Bruce Armstrong and Robert Katz also became strong influences for Richard, and it was always an adventure for both of us to reconcile all the varied teachings together, and a testament to the balance of UMA. It both challenged us to excel in our chosen path and to do so with all-out support and encouragement. One lesson that stood out in Richard’s mind as a great influence at UMA was from Robert Katz: “He made it very clear to us that we need to stay in concept. Design skills help us make our point clear, but concept drives our pieces to communicate to our audience. It triggers our higher imagination and creates an environment for our observers to be in. He was always pushing us to see a bigger picture and stretch our idea of what materials to use to best get that idea across. With Robert there were no boundaries.”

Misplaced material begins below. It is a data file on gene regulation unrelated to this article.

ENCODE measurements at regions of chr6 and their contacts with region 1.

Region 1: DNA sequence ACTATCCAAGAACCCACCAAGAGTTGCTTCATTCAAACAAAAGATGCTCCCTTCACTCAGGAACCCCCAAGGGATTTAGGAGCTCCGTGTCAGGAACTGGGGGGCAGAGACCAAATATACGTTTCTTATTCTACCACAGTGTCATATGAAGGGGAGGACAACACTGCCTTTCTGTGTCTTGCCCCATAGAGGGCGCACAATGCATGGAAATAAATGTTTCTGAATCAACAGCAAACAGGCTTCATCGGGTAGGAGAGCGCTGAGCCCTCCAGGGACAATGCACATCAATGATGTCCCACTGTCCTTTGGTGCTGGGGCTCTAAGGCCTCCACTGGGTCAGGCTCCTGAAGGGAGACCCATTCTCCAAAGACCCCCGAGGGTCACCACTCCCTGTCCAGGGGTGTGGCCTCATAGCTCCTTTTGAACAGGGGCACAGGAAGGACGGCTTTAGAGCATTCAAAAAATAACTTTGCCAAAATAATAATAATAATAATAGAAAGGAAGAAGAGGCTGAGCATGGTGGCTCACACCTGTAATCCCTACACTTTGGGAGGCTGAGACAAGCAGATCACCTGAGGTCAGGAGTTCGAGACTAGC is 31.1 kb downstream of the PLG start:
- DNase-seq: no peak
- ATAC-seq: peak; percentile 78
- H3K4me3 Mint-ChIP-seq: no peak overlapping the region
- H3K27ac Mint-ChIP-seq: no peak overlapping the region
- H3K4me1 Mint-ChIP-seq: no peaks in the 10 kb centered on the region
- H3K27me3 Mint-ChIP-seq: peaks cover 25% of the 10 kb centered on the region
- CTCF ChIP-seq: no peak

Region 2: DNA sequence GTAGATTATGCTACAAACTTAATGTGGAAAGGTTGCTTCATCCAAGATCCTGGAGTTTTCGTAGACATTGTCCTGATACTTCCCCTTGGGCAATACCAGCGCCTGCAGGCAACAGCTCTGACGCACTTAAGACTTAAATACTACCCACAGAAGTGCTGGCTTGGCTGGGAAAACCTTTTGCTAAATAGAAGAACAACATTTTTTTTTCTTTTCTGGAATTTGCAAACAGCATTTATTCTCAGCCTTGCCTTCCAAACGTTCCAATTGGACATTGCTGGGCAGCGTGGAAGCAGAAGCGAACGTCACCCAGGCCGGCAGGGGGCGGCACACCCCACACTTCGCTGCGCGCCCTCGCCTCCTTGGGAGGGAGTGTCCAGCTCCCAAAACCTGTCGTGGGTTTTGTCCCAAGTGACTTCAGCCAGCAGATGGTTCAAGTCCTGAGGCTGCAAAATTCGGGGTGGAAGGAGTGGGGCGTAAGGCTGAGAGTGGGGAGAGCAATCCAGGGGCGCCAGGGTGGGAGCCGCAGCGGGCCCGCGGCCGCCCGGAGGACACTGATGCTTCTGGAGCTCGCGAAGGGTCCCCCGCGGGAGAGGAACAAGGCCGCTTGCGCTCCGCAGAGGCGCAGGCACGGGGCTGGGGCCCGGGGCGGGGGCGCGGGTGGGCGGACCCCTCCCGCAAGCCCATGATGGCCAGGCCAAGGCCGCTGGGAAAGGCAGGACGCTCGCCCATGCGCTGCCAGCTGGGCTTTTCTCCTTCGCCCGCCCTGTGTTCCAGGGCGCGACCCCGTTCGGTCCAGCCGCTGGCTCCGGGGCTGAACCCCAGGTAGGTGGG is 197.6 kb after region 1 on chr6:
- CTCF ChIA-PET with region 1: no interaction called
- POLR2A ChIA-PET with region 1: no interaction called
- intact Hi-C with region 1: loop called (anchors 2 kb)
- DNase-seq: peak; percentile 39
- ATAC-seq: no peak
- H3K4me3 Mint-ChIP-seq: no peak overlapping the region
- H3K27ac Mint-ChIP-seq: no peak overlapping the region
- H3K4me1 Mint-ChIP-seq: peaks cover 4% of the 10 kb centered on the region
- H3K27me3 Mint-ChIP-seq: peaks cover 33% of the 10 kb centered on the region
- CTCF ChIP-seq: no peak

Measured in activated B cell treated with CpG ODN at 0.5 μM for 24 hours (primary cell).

Richard now shuttles between California and Maine and has operated a business in decorative arts and painting for over 25 years. He credits his success both as an artist for others, from demanding celebrity clients to precision designers, as well as his success painting on canvas for himself, to the experience he had close to home at UMA.